Minnesota Farmer-Laborism: The Third-Party Alternative
by Millard L. Gieske
University of Minnesota Press, 1979
Paper: 978-0-8166-5773-5

ABOUT THIS BOOK | AUTHOR BIOGRAPHY
ABOUT THIS BOOK

Minnesota Farmer-Laborism was first published in 1979. Minnesota Archive Editions uses digital technology to make long-unavailable books once again accessible, and are published unaltered from the original University of Minnesota Press editions.


Minnesota's Farmer-Labor party, a coalition of reformers and radicals ,farmers and unionists, flourished in the state during the years between world wars. Unlike most third parties, it gained political power and for a time virtually displaced the near-moribund Democratic party, vying successfully with Republicans for congressional and state offices. In this book, Millard L. Gieske provides the first detailed history of the Farmer-Labor movement from its inception late in World War I down to its merger with the state Democratic party in 1944.


Gieske finds the origins of the Farmer-Labor party in the Populist and Progressive movements, its specific forebears in the farmers' cooperative movement and the Nonpartisan League. Radical union members in Minneapolis, St. Paul, and the Iron Range, dissatisfied with the conservative program of the American Federation of Labor, gave the party an additional economic base. Most Farmer-Labor adherents shared the belief that the political and economic systems were un-responsive and that the two parties were either unwilling to reform them or incapable of doing so.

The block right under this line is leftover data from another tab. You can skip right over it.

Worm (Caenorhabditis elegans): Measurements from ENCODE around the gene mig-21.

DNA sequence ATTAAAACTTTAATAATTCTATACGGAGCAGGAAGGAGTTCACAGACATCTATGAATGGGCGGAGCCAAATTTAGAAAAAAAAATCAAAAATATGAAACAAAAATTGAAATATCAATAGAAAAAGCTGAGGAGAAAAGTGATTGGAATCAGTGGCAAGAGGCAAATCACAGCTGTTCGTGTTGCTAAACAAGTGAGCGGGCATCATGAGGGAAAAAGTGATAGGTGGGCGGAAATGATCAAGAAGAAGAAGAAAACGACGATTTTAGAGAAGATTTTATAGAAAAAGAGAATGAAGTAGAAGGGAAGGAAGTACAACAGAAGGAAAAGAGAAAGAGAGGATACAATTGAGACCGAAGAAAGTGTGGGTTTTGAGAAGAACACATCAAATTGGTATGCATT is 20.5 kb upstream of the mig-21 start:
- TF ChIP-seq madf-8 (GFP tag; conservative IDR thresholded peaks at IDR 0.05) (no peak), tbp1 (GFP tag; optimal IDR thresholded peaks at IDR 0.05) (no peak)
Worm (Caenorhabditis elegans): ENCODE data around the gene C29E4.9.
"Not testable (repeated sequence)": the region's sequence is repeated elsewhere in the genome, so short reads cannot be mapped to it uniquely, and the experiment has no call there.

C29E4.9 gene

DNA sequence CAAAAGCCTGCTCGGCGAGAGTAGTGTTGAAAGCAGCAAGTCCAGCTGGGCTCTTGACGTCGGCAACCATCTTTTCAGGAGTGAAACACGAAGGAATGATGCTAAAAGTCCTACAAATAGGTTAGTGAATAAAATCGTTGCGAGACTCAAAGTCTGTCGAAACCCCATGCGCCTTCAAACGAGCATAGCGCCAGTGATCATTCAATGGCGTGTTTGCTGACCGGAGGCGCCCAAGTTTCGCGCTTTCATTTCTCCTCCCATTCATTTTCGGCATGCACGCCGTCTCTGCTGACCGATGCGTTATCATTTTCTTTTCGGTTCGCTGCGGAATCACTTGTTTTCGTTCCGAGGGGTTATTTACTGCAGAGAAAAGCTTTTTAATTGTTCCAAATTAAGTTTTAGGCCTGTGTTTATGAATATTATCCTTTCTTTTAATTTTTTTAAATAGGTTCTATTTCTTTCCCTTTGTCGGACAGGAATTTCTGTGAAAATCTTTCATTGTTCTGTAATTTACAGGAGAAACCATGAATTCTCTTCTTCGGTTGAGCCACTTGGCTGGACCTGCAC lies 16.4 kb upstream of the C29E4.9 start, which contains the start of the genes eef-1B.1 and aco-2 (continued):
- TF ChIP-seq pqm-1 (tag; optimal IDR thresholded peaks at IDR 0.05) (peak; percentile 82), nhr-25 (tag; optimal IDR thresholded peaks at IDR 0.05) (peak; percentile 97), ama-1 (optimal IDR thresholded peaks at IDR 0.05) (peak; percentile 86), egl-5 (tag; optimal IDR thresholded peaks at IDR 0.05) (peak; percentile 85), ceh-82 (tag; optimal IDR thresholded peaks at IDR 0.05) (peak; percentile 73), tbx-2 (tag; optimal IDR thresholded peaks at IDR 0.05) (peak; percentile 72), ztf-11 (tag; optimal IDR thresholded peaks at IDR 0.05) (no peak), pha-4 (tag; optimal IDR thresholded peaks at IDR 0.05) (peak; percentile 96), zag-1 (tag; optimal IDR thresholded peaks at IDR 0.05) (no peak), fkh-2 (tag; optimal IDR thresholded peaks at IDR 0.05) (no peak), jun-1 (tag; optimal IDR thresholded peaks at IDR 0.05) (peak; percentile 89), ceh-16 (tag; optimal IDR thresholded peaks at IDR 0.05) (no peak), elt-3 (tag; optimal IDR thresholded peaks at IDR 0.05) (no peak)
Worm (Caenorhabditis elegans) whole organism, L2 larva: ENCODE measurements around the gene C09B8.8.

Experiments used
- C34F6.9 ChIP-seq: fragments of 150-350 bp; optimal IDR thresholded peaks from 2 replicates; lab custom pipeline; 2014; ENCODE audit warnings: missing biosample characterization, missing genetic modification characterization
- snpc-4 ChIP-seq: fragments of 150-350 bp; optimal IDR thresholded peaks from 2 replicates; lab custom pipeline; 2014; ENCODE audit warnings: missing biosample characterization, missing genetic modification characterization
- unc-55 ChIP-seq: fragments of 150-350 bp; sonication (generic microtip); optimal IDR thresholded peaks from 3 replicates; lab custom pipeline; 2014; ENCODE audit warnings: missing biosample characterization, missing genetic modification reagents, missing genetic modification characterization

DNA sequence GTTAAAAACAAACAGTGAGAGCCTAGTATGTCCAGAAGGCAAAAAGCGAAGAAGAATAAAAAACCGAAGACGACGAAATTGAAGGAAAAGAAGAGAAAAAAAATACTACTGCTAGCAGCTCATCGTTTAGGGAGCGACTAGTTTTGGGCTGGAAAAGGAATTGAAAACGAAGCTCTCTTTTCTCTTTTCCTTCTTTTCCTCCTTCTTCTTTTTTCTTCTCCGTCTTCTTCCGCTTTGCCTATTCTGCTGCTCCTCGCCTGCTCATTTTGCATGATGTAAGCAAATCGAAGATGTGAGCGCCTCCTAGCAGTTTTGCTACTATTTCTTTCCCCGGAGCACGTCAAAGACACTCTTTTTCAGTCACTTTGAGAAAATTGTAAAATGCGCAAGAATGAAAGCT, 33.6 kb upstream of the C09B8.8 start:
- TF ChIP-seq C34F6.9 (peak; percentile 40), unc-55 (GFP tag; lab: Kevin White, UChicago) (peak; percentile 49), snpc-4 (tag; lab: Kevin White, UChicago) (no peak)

Down the years, the Farmer-Labor movement was subject to mercurial shifts in its strength and effectiveness. Gieske's narrative covers the party's squabbles and near collapse in the late 1920s and its resurgence in the 1930s during the Great Depression. He emphasizes the divergent and often conflicting elements that made up the party, traces its tortuous relation with Communists, and notes that significance of foreign policy issues in a movement concerned for the most part with domestic economic issues.


The Farmer-Labor party attracted some of the state's most vivid political figures, whom Gieske skillfully portrays -- Henrik Shipstead, Floyd B. Olson, Elmer Benson, and others. Primarily the story of a specific party, the book also examines the role of the third-party movement in a two-party system. Minnesota Farmer-Laborism is based largely on primary sources and will be a valuable work not only for political historians but also for readers who are interested in Minnesota history or in radical political movements.



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